“It’s frustrating. They’ve been pumping millions into a funicular train that has failed spectacularly and has been nothing but a white elephant,” said McNeish.

The Cairngorm funicular railway, which connects a restaurant with a base station and a ski area, has been closed since 2018 due to urgent, ongoing repairs.

According to Conservative Highlands MSP Edward Mountain, a Freedom of Information request established that the total funds for repair works stood at £17.22 million.

Highlands and Islands Enterprise (HIE), the owner of Cairngorm Mountain resort, has said it expects operations will restart in early 2023.

McNeish has been a long-standing critic of HIE’s ownership and management of the Cairngorm Estate.

“For the past 30 years I’ve said that HIE should not own an estate on Cairn Gorm yet they’ve remained landlords to various ski companies that have come and gone,” he said. “I think four have gone bust in my lifetime.”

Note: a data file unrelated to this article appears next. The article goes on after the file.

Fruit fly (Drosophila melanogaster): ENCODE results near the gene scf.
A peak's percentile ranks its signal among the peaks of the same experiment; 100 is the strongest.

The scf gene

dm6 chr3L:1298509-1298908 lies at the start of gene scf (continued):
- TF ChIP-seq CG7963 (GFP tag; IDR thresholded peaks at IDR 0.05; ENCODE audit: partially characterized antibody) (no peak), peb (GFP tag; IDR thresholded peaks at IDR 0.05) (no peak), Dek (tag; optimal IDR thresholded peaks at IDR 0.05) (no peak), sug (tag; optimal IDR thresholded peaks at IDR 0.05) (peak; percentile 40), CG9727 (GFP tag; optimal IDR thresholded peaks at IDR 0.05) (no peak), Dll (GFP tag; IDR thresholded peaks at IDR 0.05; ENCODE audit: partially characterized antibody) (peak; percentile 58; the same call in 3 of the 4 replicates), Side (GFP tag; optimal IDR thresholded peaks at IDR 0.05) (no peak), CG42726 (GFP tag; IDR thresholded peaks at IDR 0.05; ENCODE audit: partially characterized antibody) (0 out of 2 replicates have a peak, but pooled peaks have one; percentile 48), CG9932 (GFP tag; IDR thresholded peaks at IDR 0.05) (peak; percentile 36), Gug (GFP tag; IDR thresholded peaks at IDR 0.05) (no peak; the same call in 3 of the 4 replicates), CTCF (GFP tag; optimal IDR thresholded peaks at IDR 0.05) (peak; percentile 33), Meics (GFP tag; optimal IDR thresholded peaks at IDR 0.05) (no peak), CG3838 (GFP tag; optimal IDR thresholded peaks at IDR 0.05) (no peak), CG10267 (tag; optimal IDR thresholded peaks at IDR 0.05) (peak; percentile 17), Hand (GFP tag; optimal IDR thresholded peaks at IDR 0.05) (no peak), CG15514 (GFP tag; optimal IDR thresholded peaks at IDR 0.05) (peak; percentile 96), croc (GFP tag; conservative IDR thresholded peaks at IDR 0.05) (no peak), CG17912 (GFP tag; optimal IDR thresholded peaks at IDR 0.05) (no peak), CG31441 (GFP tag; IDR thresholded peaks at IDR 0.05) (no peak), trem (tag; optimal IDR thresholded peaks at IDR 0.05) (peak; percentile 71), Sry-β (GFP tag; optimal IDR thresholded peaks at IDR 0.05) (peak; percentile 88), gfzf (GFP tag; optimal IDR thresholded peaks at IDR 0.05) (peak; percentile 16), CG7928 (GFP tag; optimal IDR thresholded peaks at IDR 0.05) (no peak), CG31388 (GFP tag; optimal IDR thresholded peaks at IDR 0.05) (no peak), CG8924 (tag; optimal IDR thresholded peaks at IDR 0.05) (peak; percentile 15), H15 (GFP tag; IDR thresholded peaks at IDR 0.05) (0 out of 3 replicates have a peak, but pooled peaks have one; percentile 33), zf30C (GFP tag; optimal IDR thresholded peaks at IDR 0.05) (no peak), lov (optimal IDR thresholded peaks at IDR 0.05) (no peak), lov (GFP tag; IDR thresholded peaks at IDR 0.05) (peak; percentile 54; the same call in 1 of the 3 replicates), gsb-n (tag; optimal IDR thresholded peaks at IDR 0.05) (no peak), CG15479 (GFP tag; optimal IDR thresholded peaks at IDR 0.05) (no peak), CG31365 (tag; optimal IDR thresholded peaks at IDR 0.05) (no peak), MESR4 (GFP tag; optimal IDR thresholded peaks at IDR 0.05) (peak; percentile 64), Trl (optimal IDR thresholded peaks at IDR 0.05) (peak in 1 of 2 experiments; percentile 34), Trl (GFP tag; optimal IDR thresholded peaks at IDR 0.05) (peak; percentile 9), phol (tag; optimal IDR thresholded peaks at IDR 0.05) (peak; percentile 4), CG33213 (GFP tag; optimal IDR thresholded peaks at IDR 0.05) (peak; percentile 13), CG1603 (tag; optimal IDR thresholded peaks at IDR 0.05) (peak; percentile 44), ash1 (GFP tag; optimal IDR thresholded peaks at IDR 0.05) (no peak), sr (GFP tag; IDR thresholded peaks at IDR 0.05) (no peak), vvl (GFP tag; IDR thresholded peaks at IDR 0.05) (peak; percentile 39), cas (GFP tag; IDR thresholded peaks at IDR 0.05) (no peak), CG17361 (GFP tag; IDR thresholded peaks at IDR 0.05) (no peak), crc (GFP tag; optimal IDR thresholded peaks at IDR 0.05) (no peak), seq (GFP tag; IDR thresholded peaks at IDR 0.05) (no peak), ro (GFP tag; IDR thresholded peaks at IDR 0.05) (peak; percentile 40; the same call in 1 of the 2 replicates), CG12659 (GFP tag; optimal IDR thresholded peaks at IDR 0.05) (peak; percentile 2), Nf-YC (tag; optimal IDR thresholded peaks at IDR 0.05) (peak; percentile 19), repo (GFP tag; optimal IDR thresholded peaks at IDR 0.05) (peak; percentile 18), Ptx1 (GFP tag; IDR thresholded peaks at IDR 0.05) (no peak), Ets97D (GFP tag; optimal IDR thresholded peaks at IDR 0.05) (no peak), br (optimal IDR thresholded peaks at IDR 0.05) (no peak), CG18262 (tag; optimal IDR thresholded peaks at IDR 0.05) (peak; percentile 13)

McNeish has previously backed a community buy-out scheme, stating that: “Local folk interested in taking on the running of the estate insist that a funicular train would simply be a financial burden and that new and improved ski-lift facilities would be a far better investment than repairing a broken train track.”

HIE said: “We’re on schedule to have the funicular back in service for snowsports enthusiasts and other visitors to Cairn Gorm during the coming winter season.

“Strengthening works along the 2km viaduct are nearing completion and a new control system is being installed, part of which was delivered by helicopter to the top station last week.

“Once the control system is installed, there will be a period of testing and safety certification, after which we expect passengers will again be welcomed on board.

“The exact timing depends on a range of factors, not least the mountain weather.”

The Scottish Government announced in August 2020 that it would provide about £16.16m to reinstate the mountain railway.

The funicular was completed in 2001 at a cost of £26.75m, up from the original estimate of £14.8m.

An Eye To The Hills by Cameron McNeish is published by Sandstone Press on October 20